As a journalist, I'm trained not to write with adjectives: Just present the facts and let the reader be the judge. But it's hard for me to avoid superlatives when writing about the river training offered by Ken Heaphy and his assistants.
Ken starts the class with the basics, including how to properly tie down a boat to a car and proceeds to paddling skills and safety lessons. It's obvious that this veteran instructor has honed his teaching skills to the point where he knows how to optimize the learning experience of each and every class member.
When this yearís class gathered for the first day of instruction at Washington Crossing State Park, it was immediately evident that we varied greatly in experience. We had those who were never in a kayak before -- they rented one for the class, and those who were experienced paddlers. All came for the same reason: Because they know they can learn a lot from Ken Heaphy and his assistants.
And learn they did! Regardless of how much or how little one knew coming into class, we all agreed we left with much more paddling skill and confidence. I, for one, progressed from saying, "I'm never going to do that," to "That was fun. I want to do it again."
What I liked about Ken Heaphy's teaching style was that he first had us practice each skill on dry land, then in the water.
For a while, I didn't know which would come first for me -- social security, retirement or learning a duffek. So far, social security might be winning.
But Ken has three teaching methods that work: Repetition, repetition, repetition! Class members appreciated the fact that when he told us something for the 32nd time, it was with the same patience as when he told us the first time.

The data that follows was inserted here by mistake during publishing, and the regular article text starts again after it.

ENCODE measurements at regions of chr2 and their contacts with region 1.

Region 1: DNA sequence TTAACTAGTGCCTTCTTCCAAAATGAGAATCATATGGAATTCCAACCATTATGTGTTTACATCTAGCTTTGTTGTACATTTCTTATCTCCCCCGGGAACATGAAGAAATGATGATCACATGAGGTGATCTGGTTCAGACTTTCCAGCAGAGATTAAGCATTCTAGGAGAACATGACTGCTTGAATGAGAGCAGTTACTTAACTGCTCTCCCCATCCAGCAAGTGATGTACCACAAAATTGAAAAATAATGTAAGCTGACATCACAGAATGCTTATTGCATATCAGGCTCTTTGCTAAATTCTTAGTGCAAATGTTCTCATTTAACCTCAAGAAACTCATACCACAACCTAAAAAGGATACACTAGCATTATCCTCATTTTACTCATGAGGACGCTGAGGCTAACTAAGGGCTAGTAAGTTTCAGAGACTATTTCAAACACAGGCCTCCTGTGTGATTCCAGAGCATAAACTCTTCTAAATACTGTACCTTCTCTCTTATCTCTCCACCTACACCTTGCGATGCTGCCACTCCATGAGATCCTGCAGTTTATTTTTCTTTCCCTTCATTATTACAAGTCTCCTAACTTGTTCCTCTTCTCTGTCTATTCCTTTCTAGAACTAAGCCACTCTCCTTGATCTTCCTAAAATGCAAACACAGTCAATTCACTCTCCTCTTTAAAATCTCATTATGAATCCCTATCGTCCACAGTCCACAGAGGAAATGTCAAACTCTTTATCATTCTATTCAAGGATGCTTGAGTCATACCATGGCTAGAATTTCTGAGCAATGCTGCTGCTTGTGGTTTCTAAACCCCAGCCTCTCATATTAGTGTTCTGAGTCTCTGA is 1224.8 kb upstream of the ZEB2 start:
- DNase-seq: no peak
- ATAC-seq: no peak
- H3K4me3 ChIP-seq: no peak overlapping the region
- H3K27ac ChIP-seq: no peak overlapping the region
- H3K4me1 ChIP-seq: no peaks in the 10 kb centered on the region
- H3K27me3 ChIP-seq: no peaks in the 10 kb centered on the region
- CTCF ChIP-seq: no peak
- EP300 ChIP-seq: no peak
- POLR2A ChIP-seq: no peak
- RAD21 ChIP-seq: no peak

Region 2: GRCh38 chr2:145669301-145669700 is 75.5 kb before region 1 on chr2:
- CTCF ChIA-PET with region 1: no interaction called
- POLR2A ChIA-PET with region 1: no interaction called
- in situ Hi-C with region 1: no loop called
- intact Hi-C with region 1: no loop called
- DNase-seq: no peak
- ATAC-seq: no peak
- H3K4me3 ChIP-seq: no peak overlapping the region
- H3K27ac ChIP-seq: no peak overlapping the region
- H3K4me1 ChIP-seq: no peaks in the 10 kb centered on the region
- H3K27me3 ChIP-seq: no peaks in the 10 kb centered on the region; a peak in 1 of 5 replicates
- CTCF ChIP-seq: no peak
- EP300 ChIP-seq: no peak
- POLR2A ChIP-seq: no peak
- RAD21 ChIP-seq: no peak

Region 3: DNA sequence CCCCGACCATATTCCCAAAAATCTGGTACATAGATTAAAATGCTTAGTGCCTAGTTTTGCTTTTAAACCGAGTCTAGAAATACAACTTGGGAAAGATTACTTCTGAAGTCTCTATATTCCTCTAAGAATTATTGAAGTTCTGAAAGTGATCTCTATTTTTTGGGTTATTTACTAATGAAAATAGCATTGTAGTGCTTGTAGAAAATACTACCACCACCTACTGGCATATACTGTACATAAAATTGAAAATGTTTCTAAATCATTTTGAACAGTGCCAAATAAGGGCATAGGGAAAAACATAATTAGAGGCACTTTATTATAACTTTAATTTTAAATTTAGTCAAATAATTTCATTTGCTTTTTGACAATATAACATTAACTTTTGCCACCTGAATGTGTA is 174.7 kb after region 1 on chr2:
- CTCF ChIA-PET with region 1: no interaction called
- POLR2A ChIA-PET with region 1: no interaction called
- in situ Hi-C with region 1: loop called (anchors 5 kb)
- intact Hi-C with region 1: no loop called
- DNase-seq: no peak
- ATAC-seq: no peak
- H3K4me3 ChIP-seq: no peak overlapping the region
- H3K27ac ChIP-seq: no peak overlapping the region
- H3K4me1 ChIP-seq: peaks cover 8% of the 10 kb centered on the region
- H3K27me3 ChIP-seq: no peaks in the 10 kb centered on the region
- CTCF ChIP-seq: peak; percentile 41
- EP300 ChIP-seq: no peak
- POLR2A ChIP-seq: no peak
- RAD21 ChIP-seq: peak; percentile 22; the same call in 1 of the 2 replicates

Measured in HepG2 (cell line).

Another thing we appreciated about the course was the number of assistant instructors to help us. That gave us much one-on-one instruction, especially paddling the S. Branch Raritan and Delaware Rivers.
Other things we liked about the class: Those using Canoes and Kayaks were separated -- each with top-rate instructors. Ken Heaphy's insistence that we try each other's boats was also worthwhile.
Adding to my enjoyment was the help and encouragement from other class members, especially Mary Fillius who even shared her new paddle with me. Both she and Lennie Fillius, an instructor, helped to nudge my learning experience up a notch.
The class was downright fun! Every minute of it. But the mark of a good teacher is how long his lessons "stick." I can personally attest to the fact that Kenís and Lennieís lessons linger long after the class ends.
The week after class was over, I joined in the Lehigh River Sojourn. Ken was nowhere around, but I heard his voice clearly in my head, saying: Lean into the rock. And I heard Lennie's voice saying: "Put more torso into your stroke."
The price for Ken Heaphy's four-day class was $60 but I don't think that reflects its worth. It's true worth? Priceless! I've learned why people say, if you take the class, you'll learn so much that you'll want to do it again. I only regret that it's such a long wait for the next class.
Thanks, Ken Heaphy, Lennie Fillius and assistants for offering the best value around -- second only to the value of club membership itself. And thanks to Mitzi and Leona for telling me about the training class.
Do a similar favor for others and help spread the word. Tell them about Ken Heaphy's river training class. They'll thank you for it.